Letter from Angela Reyes to Mrs. King

Friday, April 5, 1968

Angela Reyes offers her condolences to Mrs. King after the death of Dr. King.

Lette from Morton Sobell to a Friend

Tuesday, August 23, 1966

Mrs. Sobell requests that Dr. King attend the open hearing for Morton Sobell. She also asks for financial support to aid in his defense.

MLK Cited in Damage Suit

Sunday, September 10, 1967

The New York Times reports that Dr. King is one of the defendants in a $15 Million law suit.

Flyer for SCLC Mass Meeting

This flyer advertises a 1958 Norfolk, VA SCLC mass meeting.

Letter from MLK to Mr. Watts

Monday, January 15, 1968

Dr. King thanks Mr. Watts for taking the time to express his support for King's efforts.

Telegram from Eddie S. Carter to MLK

Wednesday, November 1, 1967

Mr. Carter expresses his appreciation to Dr. King and the SCLC. He also informs Dr. King that he has recently made a contribution the organization and shall continuously do so.

Letter from Howard Moore Jr. to MLK

Tuesday, November 3, 1964

Mr. Moore, of the Atlanta law firm Hollowell, Ward, Moore & Alexander, congratulates Dr. King on receiving of the Nobel Peace Prize. He goes on to encourage Dr. King and the SCLC to "establish a full fledge non-sectarian four year college and graduate school."

Letter from MLK to Ada B. H. Murray

Monday, January 14, 1963

Dr. King writes Mrs. Ada Murray to send her holiday greetings and to express his sorrows in hearing about two of her bad experiences. He also discusses his future commitment to visit California.

Letter from Roud Shaw to MLK

Roud Shaw of Kentucky writes to Dr. King informing him that his defense is "too well written" and should be crafted for a second grade level. Shaw also encloses a self-written article that appeared in the Louisville Courier Journal, in which he affirms his support to Dr. King and asserts that Cassius Clay should not be drafted for military service.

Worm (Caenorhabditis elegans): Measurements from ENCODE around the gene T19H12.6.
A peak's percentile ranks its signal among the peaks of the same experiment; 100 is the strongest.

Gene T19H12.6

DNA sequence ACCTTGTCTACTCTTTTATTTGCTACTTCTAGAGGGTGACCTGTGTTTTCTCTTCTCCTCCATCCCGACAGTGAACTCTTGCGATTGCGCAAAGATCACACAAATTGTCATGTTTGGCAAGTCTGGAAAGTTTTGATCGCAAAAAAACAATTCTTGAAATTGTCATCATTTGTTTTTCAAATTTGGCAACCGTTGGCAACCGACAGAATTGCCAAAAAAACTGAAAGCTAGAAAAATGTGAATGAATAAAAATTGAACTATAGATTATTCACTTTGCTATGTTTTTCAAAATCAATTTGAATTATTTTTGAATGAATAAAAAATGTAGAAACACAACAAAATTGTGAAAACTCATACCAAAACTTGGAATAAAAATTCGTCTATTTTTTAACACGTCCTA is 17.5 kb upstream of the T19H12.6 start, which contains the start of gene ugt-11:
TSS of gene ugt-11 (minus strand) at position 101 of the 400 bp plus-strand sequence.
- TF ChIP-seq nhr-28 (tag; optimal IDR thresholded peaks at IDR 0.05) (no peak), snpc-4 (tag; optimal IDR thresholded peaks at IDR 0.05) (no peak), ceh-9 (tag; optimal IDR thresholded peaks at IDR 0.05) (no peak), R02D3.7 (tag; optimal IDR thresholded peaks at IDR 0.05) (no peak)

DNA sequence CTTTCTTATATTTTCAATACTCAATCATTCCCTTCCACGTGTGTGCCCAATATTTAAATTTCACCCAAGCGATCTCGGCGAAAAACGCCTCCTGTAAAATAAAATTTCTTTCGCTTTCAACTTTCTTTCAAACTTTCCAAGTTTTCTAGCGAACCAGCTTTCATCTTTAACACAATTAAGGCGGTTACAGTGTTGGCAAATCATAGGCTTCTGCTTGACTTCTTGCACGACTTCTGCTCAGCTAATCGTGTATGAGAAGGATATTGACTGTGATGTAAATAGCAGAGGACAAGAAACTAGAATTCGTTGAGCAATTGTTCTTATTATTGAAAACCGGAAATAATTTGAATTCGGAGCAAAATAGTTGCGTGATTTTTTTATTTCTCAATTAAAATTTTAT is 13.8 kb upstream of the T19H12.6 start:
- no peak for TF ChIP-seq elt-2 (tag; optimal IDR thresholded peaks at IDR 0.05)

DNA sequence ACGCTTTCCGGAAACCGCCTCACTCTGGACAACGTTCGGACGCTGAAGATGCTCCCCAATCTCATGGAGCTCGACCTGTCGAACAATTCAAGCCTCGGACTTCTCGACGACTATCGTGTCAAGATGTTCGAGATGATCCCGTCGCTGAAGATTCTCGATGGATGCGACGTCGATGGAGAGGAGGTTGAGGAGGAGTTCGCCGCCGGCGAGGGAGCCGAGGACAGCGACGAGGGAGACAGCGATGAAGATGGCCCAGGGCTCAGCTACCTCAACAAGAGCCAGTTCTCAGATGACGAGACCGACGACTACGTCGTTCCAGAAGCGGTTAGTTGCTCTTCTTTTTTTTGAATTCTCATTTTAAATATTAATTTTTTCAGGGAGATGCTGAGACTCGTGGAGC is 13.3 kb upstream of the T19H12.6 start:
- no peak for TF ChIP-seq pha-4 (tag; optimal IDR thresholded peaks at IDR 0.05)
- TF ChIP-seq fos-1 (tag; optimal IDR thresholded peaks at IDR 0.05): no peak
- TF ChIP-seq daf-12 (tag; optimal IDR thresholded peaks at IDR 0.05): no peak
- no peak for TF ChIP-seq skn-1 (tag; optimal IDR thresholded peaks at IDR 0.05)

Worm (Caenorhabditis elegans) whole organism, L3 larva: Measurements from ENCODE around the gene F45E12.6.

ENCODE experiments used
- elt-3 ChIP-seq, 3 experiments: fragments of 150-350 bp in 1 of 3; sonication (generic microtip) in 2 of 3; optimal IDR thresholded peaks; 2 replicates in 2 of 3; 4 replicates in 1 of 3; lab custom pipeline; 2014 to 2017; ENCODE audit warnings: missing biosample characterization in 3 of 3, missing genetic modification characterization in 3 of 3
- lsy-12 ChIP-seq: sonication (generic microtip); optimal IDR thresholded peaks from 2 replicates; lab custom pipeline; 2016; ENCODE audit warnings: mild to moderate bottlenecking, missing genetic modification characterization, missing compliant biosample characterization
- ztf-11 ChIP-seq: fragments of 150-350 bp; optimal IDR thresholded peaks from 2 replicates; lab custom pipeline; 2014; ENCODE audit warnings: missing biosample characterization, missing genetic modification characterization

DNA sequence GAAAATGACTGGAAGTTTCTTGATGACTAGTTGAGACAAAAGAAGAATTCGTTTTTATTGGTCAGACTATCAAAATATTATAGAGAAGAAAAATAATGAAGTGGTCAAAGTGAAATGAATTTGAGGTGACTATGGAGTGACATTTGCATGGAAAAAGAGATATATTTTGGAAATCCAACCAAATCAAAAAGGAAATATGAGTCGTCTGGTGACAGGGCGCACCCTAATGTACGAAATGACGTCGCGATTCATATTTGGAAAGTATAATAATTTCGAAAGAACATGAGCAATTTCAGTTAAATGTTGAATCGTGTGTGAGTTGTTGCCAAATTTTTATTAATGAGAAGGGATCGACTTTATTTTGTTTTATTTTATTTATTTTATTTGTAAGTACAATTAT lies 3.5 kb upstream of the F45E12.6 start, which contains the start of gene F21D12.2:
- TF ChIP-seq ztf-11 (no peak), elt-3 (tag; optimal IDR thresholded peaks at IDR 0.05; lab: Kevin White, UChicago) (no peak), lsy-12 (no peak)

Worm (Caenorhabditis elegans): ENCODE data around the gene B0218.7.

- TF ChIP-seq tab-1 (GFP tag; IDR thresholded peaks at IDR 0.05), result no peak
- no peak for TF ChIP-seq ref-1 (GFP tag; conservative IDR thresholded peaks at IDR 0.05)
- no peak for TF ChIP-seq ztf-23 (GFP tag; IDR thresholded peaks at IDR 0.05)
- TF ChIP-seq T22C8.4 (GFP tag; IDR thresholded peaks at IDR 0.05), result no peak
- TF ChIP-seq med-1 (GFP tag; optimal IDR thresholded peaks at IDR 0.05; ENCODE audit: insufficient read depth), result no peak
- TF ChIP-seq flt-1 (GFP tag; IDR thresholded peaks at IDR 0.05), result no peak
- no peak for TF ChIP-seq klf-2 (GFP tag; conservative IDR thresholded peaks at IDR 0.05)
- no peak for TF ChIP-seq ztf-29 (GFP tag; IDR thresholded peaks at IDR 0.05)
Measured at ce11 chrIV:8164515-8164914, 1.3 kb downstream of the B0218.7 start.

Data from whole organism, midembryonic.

Letter from William Adams to MLK

Tuesday, April 18, 1967

William Adams from the New Orleans Baptist Theological Seminary writes Dr. King informing him of political matters in New York City, which may hinder the civil rights efforts of African Americans.

Financial Document-Receipt from Ramparts Magazine

Wednesday, May 17, 1967

This note references a check sent to Dr. King by Ramparts Magazine for monies received for the use of his Riverside Church Speech.

Non-Violent Procedures to Inter-Racial Harmony

Tuesday, October 16, 1956

In this early speech to a NY Universalists' convention, Dr. King lays out his nonviolence method, based on Gandhi's. He outlines five of the six principles he will use later. They are: active, courageous resistance; winning the moral conversion of the opponent, not defeating him; attacking the forces of evil, rather than the persons doing evil; using love to avoid "internal violence of the spirit"; and faith in the inclination of the universe towards justice.

Poems Entitled "Black Power," "Beyond Anger," and "Sins Of The Father"

In this document, there are three poems: "Black Power", "Beyond Anger" and "Sins Of The Father".

Letter from Diane M. Monk to Dora McDonald

Friday, August 16, 1963

Ms. Monk, a student, thanks Miss McDonald for her assistance with a school report. Monk also suggests that other students be instructed to read Dr. King's books, particularly "Stride for Freedom," for valuable information.

Letter from Bayard Rustin to MLK

Tuesday, May 18, 1965

Mr. Rustin informs Dr. King that he has reached out to the American Jewish Committee and has included the appropriate person to recognize prior to the delivery of his speech.